Similar to those final 20 meters of the 100-meter dash, examining basketball led researchers to determine that players experience the most fatigue in the fourth quarter, as one would expect, and that they run an average of three to four miles during gameplay. Sprinting in short, court-length bursts for three to four miles results in the most fatigue toward the end of a 40-minute Olympic basketball game.
Striving to provide a product for the most fundamentally proficient fourth quarter led the design team to the new Nike Air Zoom BB.
“The goal is to get them to the final 15 seconds without a dropped step, that they haven’t lost any ability to get to the basket or get to the ball and to keep efficient shooting form so they’re in perfect shape at the very end,” Hoke shares.
Nike React foam, which first launched in basketball sneakers in June 2017, is known for offering runners cushioning and energy return while being lightweight and maintaining durability. Typically, designs have to sacrifice comfort for energy return or weight for durability and vice versa.
The new Nike Air Zoom BB leverages Nike React foam under the heel, allowing athletes to carry less weight and receive more energy return, turning the force from their body into momentum in each step.
Two Air Zoom units are positioned under the ball of the athletes’ feet — pressure points consistent with basketball performance — to absorb and return energy, which results in reduced fatigue.
And for the Nike soccer teams, the focus comes down to ball control and the shoes’ effect on catching and passing. This brings a few firsts for Nike soccer footwear.
“If we marry these surfaces (the ball and the boot) in more of a symbiotic way, their touch radically goes up,” Hoke says of the inspiration for the innovation. “So that goes all the way up the leg into the brain, and they feel like they’re better connected to the ball.”
The Air Zoom Mercurial features a 3D-printed Flyknit-like upper, known as Flyprint, for the first time. “We’ve used skinned Flyknit or Flyknit material with a skin on top of it. We have used multiple types of synthetic and natural leathers. We’ve looked at covered canvases,” Hoke says recalling other options that were considered. Flyprint is Nike’s first 3D-printed textile upper in performance footwear and debuted on the Nike Zoom Vaporfly Elite Flyprint, worn by Kipchoge in 2017.
By thinking of the surface of the new Mercurial’s upper as a series of contoured terrains, 3D printing allows for the most precision.
“And each surface can be done specifically for a striker, a midfielder or defender,” he adds. “3D printing offers a completely new way of designing that surface.”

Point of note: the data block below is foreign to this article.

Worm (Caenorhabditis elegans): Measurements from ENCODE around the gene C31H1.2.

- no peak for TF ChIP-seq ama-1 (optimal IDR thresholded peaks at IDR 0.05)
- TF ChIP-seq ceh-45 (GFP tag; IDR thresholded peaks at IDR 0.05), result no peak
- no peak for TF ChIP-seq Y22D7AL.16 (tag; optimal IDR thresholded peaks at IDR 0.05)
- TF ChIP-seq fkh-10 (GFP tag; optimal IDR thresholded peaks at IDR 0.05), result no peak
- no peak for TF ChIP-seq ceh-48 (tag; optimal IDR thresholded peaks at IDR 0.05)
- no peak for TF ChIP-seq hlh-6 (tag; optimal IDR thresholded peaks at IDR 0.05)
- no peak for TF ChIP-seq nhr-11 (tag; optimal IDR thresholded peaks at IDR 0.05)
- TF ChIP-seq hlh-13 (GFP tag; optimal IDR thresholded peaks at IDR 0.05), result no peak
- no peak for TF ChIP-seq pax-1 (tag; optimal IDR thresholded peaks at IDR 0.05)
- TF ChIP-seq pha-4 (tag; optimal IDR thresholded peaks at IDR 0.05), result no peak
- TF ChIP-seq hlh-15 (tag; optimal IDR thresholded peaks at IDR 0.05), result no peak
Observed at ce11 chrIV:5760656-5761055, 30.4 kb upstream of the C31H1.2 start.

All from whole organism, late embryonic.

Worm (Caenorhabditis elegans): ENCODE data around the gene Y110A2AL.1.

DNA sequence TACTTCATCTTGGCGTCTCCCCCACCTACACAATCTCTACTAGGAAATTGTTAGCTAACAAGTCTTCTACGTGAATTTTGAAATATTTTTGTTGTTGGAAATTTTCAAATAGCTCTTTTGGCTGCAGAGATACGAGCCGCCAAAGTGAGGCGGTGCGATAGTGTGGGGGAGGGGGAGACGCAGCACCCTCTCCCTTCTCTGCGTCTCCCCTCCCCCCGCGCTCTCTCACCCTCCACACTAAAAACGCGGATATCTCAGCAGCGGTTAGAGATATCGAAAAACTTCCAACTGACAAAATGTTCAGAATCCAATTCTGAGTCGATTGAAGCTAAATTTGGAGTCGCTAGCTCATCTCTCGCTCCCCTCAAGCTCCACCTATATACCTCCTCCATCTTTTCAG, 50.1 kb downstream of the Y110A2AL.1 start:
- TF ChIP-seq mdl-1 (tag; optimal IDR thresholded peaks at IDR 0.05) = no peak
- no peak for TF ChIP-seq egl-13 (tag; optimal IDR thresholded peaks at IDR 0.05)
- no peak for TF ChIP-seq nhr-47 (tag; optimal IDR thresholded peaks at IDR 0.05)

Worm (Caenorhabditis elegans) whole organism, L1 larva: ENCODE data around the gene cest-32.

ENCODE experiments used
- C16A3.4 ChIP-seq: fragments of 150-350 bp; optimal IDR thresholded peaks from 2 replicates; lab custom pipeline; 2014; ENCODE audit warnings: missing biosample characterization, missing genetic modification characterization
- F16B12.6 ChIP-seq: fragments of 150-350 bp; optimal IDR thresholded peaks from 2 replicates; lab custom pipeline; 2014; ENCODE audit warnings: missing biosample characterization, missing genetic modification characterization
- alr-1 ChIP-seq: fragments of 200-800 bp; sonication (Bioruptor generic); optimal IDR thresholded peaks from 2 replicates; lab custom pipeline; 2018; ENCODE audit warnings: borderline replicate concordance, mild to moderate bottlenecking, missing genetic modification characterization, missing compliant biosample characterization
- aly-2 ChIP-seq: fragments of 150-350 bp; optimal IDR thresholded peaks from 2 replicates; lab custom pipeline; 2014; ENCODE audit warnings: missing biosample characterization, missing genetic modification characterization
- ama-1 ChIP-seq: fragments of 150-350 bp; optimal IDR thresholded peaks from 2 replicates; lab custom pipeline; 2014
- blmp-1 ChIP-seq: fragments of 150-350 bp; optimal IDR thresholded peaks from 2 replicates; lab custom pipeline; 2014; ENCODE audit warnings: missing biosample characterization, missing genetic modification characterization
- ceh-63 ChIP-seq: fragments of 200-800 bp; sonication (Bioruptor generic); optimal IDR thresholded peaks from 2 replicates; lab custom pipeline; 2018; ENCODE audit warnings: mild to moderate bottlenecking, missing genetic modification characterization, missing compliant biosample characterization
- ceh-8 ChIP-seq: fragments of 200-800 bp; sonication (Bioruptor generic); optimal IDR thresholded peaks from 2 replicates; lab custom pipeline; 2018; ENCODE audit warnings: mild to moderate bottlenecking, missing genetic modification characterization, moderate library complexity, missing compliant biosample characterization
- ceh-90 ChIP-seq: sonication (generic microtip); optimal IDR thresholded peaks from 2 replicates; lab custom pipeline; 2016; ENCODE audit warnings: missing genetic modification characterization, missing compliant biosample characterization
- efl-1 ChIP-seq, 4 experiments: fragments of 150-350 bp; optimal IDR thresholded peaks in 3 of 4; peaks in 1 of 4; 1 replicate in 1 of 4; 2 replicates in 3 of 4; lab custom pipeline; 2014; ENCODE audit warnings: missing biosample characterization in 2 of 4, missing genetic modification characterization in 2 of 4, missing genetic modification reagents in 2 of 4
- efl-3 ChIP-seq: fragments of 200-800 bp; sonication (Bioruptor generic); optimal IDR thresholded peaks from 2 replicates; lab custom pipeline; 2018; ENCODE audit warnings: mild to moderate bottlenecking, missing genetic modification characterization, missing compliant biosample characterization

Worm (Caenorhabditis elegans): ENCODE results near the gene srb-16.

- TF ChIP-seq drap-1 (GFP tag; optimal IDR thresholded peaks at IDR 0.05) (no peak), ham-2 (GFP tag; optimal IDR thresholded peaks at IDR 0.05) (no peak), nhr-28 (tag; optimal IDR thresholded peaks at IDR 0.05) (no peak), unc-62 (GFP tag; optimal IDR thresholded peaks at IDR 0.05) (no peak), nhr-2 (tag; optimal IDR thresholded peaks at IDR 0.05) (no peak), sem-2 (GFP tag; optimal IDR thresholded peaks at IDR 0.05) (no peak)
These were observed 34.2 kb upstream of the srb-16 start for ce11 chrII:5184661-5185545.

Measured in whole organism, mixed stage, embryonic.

The cleat also features Air Zoom technology, with a 4.5 millimeter bag focusing on responsiveness more than cushioning for fatigue reduction like the larger Air Zoom systems for other sports. “When they plant their foot into the grass, and we have these cleats perfectly designed, they feel like they can push off in any direction.”
With significantly larger cushioning specifically for comfort and energy return — rather than sharp running patterns demanded of the Mercurial — the long-awaited Nike Air Zoom Alphafly NEXT% has finally been released.
Two exposed Air Zoom bags sit side by side for extra cushioning. These are designed for impact protection and performance and include the freedom to expand in order to minimize energy loss and maximize responsiveness.
A modified carbon fiber plate (different from the three exhibited in the patent docs) allows Nike to maintain the cataclysmic sensation of propelling the runner forward.
The plate, which is embedded in the ZoomX foam of the Alphafly NEXT%, provides stability and increased stiffness in the forefoot. And its position within the entire system also reduces stress on the ankle joint.
But there were some questions in the lead-up to the shoe’s release.
World Athletics, the governing body of track and field competitors worldwide, announced that there would be an “indefinite moratorium” on shoes with a sole exceeding 40 millimeters and containing more than one ridged embedded plate of any material.
“I believe these new rules strike the right balance by offering certainty to athletes and manufacturers as they prepare for the Tokyo 2020 Olympic Games, while addressing the concerns that have been raised about shoe technology,” said Sebastian Coe in a statement. “If further evidence becomes available that indicates we need to tighten up these rules, we reserve the right to do that to protect our sport.”
It was speculated that the combination height of the foam stack and the angle of the carbon plates could result in an unfair advantage. The stack height for the new Nike Air Zoom Alphafly NEXT% is set to increase to 39.5 millimeters, which is an increase from the 37 millimeters in the Nike ZoomX Vaporfly NEXT% that was released in 2017.
This means that the shoe won’t be affected by Friday’s World Athletics announcement.
Unseen since Kipchoge wore them in the INEOS Challenge, they’ll be available to Nike Members this month, with broader distribution later in the spring.
In what is predicted to be the hottest Olympics in history, Nike footwear innovations are dedicated to causing the lowest level of energy expenditure as possible through diving deeply into the physics of sport.
“We know that fatigue and the loss of control on space becomes where injury happens and where errors happen. We’re just trying to give athletes just a little bit more of an advantage, a little bit more confidence through our designs,” Hoke says.
After a ground-breaking year in elite running efficiency and subsequent better performance in athletes in Nikes, we’re ready to let this summer’s games begin.